Morpho-Lexical Alternation in Noun Formation proposes a novel analysis of the structure of complex nouns in English, placing the focus on noun pairs that share single roots but end in different suffixes such as dispersal/dispersion, emergence/emergency, citizenship/citizenry, tipper/tipster, etc. To achieve this mission, the author combines two aspects of language: derivation and usage. With regard to derivation, the book serves to acquaint the readers with the ways in which nouns are formed by means of suffixes. Based on tenets of Cognitive Semantics, the book describes the nominal suffixes as (i) exhibiting multiple senses, (ii) displaying distinct uses, and (iii) reflecting discrete conceptualisations. With reference to usage, the book serves to familiarise readers with the ways in which the noun pairs are actually used. Based on axioms of Usage-based Linguistics, the book depicts the noun pairs as (i) occurring in disparate contexts, and (ii) accompanying distinguishable collocations.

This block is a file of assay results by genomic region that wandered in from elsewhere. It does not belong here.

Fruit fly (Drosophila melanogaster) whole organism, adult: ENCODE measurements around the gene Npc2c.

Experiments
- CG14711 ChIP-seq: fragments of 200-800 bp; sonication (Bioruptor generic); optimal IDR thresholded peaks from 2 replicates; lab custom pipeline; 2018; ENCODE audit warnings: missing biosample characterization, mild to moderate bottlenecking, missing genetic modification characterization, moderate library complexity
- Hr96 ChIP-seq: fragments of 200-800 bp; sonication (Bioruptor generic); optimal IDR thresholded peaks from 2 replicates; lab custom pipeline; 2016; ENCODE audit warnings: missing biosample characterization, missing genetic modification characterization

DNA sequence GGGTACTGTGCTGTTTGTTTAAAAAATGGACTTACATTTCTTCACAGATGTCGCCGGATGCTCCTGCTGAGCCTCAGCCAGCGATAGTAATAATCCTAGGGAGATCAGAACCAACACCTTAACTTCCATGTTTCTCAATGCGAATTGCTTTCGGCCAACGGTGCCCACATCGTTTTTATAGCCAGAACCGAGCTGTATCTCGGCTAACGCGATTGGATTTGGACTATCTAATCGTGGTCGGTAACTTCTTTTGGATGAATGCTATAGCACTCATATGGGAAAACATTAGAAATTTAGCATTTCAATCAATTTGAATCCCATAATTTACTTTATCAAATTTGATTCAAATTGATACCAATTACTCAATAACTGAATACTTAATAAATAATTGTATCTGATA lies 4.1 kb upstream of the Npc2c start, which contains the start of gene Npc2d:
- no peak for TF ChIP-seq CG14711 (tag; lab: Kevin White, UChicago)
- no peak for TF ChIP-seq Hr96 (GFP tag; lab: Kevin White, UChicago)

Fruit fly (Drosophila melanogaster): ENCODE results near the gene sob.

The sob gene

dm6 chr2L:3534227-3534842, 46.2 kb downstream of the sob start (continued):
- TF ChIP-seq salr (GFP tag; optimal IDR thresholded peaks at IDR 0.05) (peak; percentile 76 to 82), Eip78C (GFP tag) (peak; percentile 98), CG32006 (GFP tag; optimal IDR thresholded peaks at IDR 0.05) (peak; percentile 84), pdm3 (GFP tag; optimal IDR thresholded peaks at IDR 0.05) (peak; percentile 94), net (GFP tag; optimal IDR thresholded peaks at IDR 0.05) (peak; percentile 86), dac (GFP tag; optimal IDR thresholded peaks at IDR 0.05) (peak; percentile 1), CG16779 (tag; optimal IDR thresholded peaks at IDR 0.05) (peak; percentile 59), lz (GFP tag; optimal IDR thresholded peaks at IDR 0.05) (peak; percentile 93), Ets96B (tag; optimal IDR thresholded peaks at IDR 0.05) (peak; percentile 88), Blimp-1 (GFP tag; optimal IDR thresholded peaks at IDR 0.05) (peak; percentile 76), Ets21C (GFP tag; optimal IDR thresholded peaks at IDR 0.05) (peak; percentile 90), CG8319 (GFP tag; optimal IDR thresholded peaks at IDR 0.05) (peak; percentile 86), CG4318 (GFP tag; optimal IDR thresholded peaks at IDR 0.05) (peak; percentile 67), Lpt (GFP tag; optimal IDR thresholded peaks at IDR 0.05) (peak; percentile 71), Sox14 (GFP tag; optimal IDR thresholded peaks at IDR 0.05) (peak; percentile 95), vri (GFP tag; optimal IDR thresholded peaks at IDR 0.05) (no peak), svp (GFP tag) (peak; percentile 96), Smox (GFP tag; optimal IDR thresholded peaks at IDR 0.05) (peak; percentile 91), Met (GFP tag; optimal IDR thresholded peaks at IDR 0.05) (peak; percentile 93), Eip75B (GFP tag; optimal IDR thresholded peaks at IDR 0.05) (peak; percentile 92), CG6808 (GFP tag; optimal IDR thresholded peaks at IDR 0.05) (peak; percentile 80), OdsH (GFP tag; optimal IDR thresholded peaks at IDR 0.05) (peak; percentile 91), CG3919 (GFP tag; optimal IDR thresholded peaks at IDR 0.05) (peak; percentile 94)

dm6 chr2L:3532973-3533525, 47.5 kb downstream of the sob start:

Morpho-Lexical Alternation in Noun Formation
- integrates theoretical and empirical methods in language analysis
- reveals the peculiarities of the suffixes by grouping them into sets
- discloses the differences between noun pairs by using collocations
- bases the analysis on actual data driven from the BNC and the Web
- employs an accessible style and clear artwork to fulfil its objectives